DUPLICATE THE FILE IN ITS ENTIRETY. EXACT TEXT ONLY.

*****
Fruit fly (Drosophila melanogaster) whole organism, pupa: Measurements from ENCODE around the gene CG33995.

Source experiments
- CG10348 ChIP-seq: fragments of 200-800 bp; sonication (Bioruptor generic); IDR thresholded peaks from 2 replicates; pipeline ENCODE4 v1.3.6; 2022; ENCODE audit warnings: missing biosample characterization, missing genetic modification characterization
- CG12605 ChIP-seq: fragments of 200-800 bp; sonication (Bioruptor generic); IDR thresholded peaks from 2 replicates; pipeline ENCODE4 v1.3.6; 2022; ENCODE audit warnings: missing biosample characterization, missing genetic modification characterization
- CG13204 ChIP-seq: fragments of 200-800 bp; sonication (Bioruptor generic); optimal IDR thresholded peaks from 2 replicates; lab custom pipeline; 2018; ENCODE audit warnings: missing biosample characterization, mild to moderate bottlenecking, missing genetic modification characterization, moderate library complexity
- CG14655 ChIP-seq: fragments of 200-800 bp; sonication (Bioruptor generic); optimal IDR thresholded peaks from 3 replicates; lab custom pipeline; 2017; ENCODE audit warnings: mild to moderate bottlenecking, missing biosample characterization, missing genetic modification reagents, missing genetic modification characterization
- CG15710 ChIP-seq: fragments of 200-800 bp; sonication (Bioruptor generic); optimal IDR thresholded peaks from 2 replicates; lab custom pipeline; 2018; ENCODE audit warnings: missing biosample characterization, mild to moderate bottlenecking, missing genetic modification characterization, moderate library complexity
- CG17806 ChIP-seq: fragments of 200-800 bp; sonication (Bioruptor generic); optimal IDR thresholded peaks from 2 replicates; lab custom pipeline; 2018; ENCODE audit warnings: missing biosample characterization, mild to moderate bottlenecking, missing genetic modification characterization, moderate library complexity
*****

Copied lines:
Fruit fly (Drosophila melanogaster) whole organism, pupa: Measurements from ENCODE around the gene CG33995.

Source experiments
- CG10348 ChIP-seq: fragments of 200-800 bp; sonication (Bioruptor generic); IDR thresholded peaks from 2 replicates; pipeline ENCODE4 v1.3.6; 2022; ENCODE audit warnings: missing biosample characterization, missing genetic modification characterization
- CG12605 ChIP-seq: fragments of 200-800 bp; sonication (Bioruptor generic); IDR thresholded peaks from 2 replicates; pipeline ENCODE4 v1.3.6; 2022; ENCODE audit warnings: missing biosample characterization, missing genetic modification characterization
- CG13204 ChIP-seq: fragments of 200-800 bp; sonication (Bioruptor generic); optimal IDR thresholded peaks from 2 replicates; lab custom pipeline; 2018; ENCODE audit warnings: missing biosample characterization, mild to moderate bottlenecking, missing genetic modification characterization, moderate library complexity
- CG14655 ChIP-seq: fragments of 200-800 bp; sonication (Bioruptor generic); optimal IDR thresholded peaks from 3 replicates; lab custom pipeline; 2017; ENCODE audit warnings: mild to moderate bottlenecking, missing biosample characterization, missing genetic modification reagents, missing genetic modification characterization
- CG15710 ChIP-seq: fragments of 200-800 bp; sonication (Bioruptor generic); optimal IDR thresholded peaks from 2 replicates; lab custom pipeline; 2018; ENCODE audit warnings: missing biosample characterization, mild to moderate bottlenecking, missing genetic modification characterization, moderate library complexity
- CG17806 ChIP-seq: fragments of 200-800 bp; sonication (Bioruptor generic); optimal IDR thresholded peaks from 2 replicates; lab custom pipeline; 2018; ENCODE audit warnings: missing biosample characterization, mild to moderate bottlenecking, missing genetic modification characterization, moderate library complexity